Durlacher falls on Net Imperative collapse
Deflating the Bubble Economy
(This story was filed first on 22 May, 2000)
Net Imperative, a start-up online new media magazine backed by investment bank Durlacher, has called in the liquidators.
Can't imagine why anyone would want to buy it. Aimed at the Internet finance community (borrowers and lenders) in Britain, this daily news service had no wit, no sparkle and no information to make it a "must read".
The only banner ads (for MazWare and Doubleclick) one could see looked like contras - ie. they were bartered. There was no sponsorship, and no sense of community (where were those teeming bulletin boards). And there was no paid-for content - or e-commerce.
Durlacher pumped in 570,000 quid for its 28.5 per cent stake in Net Imperative. So it looks like that's all going down the Swanee. Net Imperative represents only 1.9 per cent of Durlacher's outstanding investments. But what about the others? According to the FT, Durlacher's investment roster looks like "a disparate conglomeration of stakes in companies that may never graduate to the stock market". Never mind. It always has its corporate finance activities to fall back on.
At 12.24 pm, Durlacher was down 6.5p at 71, an 8.39 per cent fall on the day, AFX reported.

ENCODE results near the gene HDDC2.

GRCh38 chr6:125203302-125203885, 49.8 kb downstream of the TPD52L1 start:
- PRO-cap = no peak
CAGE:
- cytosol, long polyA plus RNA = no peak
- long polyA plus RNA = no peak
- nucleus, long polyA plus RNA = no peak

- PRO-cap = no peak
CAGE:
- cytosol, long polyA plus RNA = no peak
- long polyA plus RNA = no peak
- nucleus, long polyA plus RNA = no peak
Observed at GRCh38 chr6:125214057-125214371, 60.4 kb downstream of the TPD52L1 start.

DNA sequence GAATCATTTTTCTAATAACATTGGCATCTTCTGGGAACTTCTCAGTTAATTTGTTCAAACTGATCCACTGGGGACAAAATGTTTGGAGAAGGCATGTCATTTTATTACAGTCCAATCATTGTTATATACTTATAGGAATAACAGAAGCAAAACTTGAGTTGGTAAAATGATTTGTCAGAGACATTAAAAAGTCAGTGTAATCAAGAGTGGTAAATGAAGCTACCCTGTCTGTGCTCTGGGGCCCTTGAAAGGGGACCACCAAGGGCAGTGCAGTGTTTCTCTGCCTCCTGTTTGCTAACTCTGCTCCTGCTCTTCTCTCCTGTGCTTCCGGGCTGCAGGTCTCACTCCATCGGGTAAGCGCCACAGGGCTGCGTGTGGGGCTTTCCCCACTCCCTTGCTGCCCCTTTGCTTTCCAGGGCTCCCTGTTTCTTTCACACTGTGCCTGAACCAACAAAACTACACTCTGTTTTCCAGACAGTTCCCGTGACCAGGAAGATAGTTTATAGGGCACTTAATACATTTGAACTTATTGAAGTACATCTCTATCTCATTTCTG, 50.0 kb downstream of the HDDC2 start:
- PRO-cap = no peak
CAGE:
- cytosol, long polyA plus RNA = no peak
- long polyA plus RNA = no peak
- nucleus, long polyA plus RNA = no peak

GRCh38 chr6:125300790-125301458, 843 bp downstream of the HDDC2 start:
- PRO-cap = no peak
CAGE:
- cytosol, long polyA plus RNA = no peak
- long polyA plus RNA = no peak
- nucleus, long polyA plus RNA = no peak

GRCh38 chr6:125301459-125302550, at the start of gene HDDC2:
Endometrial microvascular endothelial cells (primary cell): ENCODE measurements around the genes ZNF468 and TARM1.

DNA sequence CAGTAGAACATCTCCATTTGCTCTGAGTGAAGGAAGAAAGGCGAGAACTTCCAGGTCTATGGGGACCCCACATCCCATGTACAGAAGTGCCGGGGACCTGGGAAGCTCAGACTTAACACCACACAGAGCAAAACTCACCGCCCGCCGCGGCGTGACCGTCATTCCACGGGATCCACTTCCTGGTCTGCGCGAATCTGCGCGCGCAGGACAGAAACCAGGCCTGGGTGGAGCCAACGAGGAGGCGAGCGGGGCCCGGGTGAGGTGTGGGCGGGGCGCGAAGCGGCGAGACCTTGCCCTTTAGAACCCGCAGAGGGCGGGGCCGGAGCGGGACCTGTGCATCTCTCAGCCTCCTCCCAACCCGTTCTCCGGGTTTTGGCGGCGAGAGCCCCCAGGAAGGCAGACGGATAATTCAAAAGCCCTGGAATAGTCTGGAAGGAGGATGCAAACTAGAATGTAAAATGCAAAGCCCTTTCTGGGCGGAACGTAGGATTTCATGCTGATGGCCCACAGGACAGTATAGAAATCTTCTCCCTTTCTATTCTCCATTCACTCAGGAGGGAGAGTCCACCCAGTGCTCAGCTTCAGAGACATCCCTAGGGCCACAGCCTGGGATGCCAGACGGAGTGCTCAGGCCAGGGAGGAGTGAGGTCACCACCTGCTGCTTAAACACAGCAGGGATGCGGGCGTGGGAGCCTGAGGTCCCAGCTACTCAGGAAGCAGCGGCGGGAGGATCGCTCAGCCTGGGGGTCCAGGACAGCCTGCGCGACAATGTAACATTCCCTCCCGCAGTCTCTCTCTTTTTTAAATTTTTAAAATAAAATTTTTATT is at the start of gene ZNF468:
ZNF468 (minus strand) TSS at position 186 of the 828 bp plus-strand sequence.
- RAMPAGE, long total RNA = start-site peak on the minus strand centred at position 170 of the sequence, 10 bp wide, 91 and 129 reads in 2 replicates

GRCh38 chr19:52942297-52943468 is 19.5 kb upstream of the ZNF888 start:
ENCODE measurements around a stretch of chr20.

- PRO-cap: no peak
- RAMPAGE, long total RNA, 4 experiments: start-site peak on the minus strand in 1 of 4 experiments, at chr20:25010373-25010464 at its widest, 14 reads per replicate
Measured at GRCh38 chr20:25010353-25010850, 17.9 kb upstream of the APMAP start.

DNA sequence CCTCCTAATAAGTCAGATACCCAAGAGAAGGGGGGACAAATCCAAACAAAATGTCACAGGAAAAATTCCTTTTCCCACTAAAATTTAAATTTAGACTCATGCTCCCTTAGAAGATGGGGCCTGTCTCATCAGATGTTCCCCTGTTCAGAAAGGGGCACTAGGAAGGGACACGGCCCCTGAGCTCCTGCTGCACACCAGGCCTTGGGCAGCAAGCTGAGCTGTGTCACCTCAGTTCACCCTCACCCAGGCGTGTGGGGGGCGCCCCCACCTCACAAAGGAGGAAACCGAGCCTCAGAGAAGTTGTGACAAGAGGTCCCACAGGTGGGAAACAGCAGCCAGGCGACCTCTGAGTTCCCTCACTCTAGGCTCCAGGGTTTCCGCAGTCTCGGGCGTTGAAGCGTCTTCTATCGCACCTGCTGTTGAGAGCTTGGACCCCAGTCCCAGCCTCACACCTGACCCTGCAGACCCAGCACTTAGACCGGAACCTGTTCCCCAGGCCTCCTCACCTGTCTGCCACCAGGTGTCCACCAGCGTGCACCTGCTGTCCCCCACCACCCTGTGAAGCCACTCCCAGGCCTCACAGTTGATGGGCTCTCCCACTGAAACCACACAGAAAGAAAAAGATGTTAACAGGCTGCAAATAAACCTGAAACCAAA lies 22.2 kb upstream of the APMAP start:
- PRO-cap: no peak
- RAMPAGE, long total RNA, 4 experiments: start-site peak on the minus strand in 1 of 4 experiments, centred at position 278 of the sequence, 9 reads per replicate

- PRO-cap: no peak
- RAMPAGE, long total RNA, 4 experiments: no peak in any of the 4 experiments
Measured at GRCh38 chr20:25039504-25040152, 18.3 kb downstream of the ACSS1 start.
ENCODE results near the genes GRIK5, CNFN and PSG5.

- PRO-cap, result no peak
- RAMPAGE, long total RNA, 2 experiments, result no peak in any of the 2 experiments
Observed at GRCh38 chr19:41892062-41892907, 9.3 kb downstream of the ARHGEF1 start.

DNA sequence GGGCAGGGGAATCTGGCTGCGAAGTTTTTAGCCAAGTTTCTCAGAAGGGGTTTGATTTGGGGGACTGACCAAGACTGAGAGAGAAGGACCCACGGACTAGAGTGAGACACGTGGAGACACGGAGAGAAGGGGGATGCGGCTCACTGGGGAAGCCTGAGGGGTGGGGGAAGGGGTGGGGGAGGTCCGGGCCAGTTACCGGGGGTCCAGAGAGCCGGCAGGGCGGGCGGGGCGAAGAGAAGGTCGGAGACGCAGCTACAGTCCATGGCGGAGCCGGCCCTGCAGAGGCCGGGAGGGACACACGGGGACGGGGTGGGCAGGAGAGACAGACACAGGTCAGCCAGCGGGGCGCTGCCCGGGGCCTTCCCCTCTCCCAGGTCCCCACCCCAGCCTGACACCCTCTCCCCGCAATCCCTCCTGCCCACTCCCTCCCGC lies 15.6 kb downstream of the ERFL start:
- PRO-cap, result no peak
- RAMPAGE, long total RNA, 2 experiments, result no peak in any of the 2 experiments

Durlacher also invests in The451, an absurdly self-regarding paid-for IT news site, founded by ex-ComputerWire employees, that reads like Infoworld. Except duller. And where is its database of archived material, surely a must for chargeable news? There is none, because it's start-up.
This site of "Technology Firestarters" (yes, really) has 42 journos working for it, in London, New York and San Francisco, and depends on enough companies coughing up $600 per seat per annum (with volume price breaks, of course) to see it survive and thrive. From where we sit, this looks like a huge bunch of fixed overheads (The Register started with three journos, moved up to eight by the end of last year, and will be up to 13 in mid-June). Let's hope it is properly funded. With Durlacher owning 65 per cent of The451, and more financing rounds to come, there must be a big question mark.
Content is king
It is an axiom in publishing (Drew Cullen's axiom, anyroads) that good people do not necessarily make a good publication.
You can do the best research, write up the most impressive business plan, throw together a bunch of good writers, editors and managers... and it could still fall around your ears. Great publications have character, brand, personality, and/or are unimpeachably authorititive. How can you quantify those qualities in your business plan? ®
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